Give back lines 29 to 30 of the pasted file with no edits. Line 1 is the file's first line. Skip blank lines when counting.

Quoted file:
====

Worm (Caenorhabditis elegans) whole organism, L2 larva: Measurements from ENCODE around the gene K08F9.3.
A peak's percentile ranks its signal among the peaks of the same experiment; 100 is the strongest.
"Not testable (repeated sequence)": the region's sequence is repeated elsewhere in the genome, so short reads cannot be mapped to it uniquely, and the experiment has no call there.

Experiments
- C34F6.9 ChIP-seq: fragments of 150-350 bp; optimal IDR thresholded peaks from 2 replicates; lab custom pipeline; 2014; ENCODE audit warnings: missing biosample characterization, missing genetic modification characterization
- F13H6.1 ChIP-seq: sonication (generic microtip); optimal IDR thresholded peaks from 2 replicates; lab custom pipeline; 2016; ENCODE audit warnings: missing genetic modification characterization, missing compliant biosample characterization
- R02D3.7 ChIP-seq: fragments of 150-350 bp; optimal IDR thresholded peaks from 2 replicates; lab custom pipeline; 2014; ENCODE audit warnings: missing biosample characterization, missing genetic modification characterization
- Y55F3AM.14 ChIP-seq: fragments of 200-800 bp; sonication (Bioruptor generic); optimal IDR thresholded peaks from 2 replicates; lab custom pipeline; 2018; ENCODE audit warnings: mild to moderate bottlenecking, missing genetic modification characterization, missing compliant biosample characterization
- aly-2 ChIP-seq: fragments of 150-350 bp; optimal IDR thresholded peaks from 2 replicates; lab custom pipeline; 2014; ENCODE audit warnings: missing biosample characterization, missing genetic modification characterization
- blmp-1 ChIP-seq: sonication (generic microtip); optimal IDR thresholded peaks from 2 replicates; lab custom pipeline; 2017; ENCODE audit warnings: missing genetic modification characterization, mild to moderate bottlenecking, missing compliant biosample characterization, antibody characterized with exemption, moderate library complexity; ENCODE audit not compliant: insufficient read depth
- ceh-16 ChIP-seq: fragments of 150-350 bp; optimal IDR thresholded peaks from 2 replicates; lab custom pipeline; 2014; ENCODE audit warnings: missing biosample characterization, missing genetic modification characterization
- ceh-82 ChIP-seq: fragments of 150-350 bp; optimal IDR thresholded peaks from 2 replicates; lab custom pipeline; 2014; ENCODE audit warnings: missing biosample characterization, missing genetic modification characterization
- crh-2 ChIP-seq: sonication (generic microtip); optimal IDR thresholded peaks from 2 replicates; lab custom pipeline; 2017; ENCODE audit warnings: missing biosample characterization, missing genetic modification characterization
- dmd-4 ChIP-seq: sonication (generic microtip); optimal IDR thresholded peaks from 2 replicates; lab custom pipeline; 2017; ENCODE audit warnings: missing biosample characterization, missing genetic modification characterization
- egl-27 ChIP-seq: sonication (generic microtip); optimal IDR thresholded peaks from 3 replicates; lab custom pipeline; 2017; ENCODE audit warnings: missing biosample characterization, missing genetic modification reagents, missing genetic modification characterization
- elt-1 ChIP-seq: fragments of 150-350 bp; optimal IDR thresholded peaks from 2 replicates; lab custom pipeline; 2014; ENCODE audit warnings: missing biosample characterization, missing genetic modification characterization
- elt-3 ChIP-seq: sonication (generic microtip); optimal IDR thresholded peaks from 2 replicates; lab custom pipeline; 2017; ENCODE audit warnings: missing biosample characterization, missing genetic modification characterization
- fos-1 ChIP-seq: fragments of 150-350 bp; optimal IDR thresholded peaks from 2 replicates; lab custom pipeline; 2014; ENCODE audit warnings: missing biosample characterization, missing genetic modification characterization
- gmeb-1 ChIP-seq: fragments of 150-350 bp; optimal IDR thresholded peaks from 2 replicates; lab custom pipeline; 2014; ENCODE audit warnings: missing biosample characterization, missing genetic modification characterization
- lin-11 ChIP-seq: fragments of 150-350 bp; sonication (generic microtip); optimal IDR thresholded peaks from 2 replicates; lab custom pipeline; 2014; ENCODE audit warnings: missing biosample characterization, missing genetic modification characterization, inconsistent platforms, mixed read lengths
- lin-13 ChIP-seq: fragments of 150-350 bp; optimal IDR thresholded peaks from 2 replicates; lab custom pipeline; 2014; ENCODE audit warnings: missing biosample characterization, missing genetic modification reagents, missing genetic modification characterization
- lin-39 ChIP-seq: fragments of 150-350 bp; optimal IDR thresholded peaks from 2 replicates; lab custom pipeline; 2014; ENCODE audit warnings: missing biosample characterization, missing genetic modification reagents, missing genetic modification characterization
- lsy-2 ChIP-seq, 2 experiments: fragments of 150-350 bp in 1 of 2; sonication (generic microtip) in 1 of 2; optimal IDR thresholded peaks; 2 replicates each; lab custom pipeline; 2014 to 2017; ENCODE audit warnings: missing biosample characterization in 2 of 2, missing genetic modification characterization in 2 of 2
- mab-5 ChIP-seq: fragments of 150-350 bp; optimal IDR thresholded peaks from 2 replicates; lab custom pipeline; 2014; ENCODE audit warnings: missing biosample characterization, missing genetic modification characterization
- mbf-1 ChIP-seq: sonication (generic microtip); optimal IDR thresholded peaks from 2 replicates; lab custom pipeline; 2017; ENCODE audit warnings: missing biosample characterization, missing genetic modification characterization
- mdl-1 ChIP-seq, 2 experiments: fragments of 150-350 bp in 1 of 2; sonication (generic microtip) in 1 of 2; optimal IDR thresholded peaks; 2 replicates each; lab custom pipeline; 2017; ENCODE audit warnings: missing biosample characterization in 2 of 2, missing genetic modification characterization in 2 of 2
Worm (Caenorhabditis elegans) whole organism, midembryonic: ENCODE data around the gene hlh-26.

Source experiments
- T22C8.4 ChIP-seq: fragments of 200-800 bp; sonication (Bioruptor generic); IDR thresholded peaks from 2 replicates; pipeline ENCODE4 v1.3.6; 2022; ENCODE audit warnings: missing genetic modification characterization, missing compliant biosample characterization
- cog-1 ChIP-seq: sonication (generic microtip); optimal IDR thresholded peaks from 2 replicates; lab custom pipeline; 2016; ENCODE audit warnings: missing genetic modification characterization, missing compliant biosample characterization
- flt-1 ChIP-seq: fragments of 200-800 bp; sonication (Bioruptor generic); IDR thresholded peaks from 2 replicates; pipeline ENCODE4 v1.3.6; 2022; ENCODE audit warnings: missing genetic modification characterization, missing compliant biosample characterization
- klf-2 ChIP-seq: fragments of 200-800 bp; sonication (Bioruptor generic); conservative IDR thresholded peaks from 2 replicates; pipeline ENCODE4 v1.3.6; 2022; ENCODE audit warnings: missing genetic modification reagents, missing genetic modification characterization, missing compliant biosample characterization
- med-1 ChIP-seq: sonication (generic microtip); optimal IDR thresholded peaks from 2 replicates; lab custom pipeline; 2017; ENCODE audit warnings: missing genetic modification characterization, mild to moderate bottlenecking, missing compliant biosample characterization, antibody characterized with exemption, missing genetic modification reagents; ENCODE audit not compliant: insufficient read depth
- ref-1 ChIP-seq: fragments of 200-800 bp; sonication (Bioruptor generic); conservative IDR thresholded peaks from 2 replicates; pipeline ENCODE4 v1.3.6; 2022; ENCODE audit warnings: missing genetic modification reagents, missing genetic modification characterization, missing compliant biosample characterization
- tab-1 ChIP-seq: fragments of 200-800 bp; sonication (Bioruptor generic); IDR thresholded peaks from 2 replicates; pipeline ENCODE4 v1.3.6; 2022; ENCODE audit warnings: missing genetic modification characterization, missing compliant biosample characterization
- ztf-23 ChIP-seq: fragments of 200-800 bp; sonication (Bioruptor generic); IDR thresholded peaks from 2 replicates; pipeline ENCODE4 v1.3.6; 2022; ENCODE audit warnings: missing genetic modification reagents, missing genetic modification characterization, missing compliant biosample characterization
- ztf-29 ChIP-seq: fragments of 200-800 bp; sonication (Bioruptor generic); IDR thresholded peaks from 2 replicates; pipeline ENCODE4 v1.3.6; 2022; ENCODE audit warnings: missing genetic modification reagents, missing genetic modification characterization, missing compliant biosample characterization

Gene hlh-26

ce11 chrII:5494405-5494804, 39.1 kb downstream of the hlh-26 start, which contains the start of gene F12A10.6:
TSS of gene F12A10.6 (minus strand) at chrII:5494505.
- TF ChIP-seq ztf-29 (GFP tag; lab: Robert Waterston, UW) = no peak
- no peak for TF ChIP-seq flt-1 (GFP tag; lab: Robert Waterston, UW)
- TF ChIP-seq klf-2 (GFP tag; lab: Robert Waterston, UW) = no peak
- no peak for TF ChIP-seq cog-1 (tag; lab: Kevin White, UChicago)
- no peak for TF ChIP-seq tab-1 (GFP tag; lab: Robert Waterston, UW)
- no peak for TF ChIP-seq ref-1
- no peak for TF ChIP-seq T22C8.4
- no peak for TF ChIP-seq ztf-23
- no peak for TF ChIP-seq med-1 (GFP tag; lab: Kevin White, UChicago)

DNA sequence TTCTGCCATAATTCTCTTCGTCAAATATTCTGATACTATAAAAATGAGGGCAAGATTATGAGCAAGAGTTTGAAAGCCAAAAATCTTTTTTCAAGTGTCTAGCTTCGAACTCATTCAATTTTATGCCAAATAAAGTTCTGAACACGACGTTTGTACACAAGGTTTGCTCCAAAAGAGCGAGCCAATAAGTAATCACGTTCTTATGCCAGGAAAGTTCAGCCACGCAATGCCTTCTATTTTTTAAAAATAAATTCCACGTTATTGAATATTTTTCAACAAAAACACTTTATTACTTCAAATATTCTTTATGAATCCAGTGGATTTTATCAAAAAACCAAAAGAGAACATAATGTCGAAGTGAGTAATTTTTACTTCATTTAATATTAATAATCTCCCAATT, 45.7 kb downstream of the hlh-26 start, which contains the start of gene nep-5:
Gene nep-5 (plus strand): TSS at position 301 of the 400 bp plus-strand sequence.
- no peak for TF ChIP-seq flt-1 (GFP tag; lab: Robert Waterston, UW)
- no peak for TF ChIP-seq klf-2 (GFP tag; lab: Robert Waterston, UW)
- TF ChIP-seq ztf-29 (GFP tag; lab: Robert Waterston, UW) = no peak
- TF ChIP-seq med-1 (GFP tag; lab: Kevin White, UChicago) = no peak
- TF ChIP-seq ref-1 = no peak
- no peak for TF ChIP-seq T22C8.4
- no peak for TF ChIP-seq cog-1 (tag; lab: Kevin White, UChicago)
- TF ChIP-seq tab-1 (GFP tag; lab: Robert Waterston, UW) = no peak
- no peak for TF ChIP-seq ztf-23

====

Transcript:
- T22C8.4 ChIP-seq: fragments of 200-800 bp; sonication (Bioruptor generic); IDR thresholded peaks from 2 replicates; pipeline ENCODE4 v1.3.6; 2022; ENCODE audit warnings: missing genetic modification characterization, missing compliant biosample characterization
- cog-1 ChIP-seq: sonication (generic microtip); optimal IDR thresholded peaks from 2 replicates; lab custom pipeline; 2016; ENCODE audit warnings: missing genetic modification characterization, missing compliant biosample characterization